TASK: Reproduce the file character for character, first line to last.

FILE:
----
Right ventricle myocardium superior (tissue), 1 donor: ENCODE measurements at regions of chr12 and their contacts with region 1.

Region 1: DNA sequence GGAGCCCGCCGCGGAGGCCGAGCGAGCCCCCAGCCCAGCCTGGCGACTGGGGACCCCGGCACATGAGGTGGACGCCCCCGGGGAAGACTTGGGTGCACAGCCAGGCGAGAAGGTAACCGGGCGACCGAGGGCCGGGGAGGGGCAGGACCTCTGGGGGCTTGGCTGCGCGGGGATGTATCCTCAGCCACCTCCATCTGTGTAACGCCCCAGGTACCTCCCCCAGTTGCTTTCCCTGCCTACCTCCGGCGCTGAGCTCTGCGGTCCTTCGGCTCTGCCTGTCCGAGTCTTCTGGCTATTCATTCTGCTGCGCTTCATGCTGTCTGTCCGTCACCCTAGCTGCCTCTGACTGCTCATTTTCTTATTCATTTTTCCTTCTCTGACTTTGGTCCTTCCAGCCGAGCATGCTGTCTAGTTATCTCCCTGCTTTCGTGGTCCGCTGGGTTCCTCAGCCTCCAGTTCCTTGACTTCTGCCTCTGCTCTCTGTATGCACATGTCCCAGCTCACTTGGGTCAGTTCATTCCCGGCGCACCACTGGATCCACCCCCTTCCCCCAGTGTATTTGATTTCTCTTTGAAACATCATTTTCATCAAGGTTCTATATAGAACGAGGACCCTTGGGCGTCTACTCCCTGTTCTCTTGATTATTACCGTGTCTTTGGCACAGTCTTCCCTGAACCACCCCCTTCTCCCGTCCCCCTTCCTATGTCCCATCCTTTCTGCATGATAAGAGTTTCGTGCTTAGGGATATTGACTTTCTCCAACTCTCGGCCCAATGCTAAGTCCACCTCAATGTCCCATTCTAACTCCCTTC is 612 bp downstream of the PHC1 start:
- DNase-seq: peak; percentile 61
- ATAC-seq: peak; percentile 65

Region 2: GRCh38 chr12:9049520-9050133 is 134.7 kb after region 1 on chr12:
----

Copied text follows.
Right ventricle myocardium superior (tissue), 1 donor: ENCODE measurements at regions of chr12 and their contacts with region 1.

Region 1: DNA sequence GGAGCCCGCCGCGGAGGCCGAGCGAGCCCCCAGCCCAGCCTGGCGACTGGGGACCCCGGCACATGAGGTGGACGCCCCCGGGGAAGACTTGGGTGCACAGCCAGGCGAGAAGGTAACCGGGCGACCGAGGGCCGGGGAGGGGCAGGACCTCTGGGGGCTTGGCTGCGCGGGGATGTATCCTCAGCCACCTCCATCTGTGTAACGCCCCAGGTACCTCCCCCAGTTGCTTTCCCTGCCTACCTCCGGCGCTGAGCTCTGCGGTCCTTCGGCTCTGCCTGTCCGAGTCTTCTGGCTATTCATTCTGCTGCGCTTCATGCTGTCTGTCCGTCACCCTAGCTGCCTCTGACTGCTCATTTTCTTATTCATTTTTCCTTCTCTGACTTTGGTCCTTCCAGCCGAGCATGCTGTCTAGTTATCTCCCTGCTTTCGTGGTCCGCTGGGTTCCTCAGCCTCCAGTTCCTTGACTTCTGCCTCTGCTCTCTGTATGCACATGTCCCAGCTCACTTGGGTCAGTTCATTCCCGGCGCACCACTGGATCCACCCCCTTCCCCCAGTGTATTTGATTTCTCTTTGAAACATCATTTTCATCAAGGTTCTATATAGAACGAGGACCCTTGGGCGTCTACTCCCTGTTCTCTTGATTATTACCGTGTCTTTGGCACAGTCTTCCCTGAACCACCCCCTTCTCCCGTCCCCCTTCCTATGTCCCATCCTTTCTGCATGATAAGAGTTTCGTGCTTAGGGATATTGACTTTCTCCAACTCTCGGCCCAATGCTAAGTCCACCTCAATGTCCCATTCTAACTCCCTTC is 612 bp downstream of the PHC1 start:
- DNase-seq: peak; percentile 61
- ATAC-seq: peak; percentile 65

Region 2: GRCh38 chr12:9049520-9050133 is 134.7 kb after region 1 on chr12: